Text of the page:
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Difference between revisions of "/DOWNLOADING FILES"

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Revision as of 07:13, 18 June 2012

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Downloading is the process of copying a file (such as a game or utility) from one computer to another across the internet. When you download a game from our web site, it means you are copying it from the author or publisher’s web server to your own computer. This allows you to install and use the program on your own machine.

Here’s how to download a file using Internet Explorer and Windows XP. (This example shows a download of the file “dweepsetup.exe” from Dexterity Games.) If you’re using a different browser such as Netscape Navigator or a different version of Windows, your screen may look a little different, but the same basic steps should work.

1. Click on the download link for the program you want to download. Many sites offer multiple download links to the same program, and you only need to choose one of these links.


2. You may be asked if you want to save the file or run it from its current location. If you are asked this question, select “Save.” If not, don’t worry — some browsers will automatically choose “Save” for you. (Fig. 3.3(a))


3. You will then be asked to select the folder where you want to save the program or file, using a standard “Save As” dialog box. Pay attention to which folder you select before clicking the “Save” button. It may help you to create a folder like “C:\Download” for all of your downloads, but you can use any folder you’d like.


4. The download will now begin. Your web browser will keep you updated on the progress of the download by showing a progress bar that fills up as you download. You will also be reminded where you’re saving the file. The file will be saved as “C:\Download\dweepsetup.exe” in the picture below.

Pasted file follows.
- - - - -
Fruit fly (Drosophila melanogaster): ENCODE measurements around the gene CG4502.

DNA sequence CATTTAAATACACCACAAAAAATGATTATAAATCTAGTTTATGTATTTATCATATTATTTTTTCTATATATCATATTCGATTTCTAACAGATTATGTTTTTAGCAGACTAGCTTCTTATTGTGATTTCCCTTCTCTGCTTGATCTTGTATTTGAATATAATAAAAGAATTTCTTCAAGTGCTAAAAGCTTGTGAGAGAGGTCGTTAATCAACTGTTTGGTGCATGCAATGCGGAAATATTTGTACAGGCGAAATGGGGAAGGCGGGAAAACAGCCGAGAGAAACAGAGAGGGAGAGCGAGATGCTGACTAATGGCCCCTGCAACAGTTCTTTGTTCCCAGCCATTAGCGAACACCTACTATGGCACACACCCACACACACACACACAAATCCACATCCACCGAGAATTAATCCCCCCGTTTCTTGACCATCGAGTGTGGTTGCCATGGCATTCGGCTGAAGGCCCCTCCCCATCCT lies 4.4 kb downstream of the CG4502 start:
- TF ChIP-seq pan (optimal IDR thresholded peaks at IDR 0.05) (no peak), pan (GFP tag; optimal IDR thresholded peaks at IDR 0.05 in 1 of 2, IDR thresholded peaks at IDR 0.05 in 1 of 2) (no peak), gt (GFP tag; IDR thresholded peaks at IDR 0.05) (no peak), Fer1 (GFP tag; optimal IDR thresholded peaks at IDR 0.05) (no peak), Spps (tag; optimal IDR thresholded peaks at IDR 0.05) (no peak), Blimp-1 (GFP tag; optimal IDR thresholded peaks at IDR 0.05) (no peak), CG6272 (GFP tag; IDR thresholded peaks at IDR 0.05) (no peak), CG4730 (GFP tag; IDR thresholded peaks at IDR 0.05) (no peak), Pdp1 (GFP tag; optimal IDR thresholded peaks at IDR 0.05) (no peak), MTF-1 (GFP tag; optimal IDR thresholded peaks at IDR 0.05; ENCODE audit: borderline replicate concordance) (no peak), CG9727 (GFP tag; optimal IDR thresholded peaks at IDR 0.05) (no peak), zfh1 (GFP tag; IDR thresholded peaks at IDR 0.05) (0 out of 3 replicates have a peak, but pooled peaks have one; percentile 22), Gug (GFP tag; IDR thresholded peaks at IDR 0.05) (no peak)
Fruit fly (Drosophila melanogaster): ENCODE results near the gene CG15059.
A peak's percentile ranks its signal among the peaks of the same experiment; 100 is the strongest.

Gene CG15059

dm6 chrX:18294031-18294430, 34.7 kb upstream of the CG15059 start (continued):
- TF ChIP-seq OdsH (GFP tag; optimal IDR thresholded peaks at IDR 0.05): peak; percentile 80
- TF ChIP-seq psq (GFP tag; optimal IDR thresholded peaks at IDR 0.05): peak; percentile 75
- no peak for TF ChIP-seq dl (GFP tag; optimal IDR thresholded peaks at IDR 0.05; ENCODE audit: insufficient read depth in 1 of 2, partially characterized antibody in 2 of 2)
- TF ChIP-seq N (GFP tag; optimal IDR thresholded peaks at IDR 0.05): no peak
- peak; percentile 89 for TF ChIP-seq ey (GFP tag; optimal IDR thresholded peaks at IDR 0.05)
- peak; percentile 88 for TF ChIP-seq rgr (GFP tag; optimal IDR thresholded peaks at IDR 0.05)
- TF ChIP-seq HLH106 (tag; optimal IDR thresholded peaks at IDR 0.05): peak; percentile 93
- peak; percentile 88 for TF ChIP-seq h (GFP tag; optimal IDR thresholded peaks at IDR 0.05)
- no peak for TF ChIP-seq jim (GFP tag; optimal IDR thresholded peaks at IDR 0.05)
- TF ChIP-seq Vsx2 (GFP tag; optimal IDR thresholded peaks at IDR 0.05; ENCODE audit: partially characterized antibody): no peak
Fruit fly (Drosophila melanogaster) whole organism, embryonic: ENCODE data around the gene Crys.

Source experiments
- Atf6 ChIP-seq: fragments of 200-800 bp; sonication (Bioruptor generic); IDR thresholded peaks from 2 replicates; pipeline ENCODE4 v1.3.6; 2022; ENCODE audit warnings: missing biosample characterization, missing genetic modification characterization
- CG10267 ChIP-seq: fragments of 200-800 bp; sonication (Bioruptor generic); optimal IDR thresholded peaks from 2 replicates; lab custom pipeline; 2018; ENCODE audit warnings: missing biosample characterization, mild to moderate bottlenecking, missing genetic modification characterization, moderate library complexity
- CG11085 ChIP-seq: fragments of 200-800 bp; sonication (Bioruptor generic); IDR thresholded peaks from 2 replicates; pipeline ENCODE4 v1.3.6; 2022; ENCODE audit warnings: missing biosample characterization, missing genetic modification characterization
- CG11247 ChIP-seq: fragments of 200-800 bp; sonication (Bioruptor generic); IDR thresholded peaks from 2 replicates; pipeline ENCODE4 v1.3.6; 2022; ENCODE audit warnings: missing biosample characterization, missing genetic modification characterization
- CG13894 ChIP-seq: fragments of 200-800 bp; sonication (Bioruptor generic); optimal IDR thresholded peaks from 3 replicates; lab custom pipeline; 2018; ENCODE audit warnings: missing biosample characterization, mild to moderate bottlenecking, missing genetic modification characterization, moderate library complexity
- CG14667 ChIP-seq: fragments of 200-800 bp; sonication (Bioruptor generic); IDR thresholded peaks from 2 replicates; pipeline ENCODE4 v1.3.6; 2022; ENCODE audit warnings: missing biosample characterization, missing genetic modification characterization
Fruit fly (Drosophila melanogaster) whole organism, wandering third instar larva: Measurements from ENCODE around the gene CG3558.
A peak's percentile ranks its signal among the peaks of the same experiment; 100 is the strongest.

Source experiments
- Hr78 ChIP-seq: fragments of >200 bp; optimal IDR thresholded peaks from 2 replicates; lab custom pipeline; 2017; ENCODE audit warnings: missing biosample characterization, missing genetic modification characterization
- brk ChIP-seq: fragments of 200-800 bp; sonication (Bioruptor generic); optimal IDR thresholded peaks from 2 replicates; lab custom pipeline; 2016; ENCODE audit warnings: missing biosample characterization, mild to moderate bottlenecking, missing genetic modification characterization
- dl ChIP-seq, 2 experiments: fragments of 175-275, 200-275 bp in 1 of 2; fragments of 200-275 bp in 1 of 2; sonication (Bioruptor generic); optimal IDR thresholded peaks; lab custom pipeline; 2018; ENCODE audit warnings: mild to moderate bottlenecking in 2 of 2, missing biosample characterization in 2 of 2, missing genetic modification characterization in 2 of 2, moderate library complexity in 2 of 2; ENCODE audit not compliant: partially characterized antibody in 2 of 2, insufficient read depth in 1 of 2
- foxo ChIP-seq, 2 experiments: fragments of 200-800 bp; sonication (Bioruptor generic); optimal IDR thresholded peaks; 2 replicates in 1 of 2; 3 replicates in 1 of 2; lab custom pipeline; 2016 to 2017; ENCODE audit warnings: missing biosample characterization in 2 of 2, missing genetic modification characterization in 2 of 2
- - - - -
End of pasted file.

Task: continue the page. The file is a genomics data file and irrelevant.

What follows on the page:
Note: You may also see a check box labeled “Close this dialog box when download completes.” If you see this check box, it helps to uncheck this box. You don’t have to, but if you do, it will be easier to find the file after you download it.


5. Depending on which file you’re downloading and how fast your connection is, it may take anywhere from a few seconds to a few minutes to download. When your download is finished, if you left the “Close this dialog box when download completes” option unchecked, you’ll see a dialog box like this one:

Downloading Window


6. Now click the “Open” button to run the file you just downloaded. If you don’t see the “Download complete” dialog box, open the folder where you saved the file and double-click on the icon for the file there.


What happens next will depend on the type of file you downloaded. The files you’ll download most often will end in one of two extensions. (An extension is the last few letters of the filename, after the period.) They are:


o .EXE files: The file you downloaded is a program. Follow the on-screen instructions from there to install the program to your computer and to learn how to run the program after it’s installed.


o .ZIP files: ZIP is a common file format used to compress and combine files to make them download more quickly. Some versions of Windows (XP and sometimes ME) can read ZIP files without extra software. Otherwise, you will need an unzipping program to read these ZIP files. Common unzipping programs are WinZip, PKZIP, and Bit Zipper, but there are also many others. Many unzipping programs are shareware, which means you will need to purchase them if you use them beyond their specified trial period.

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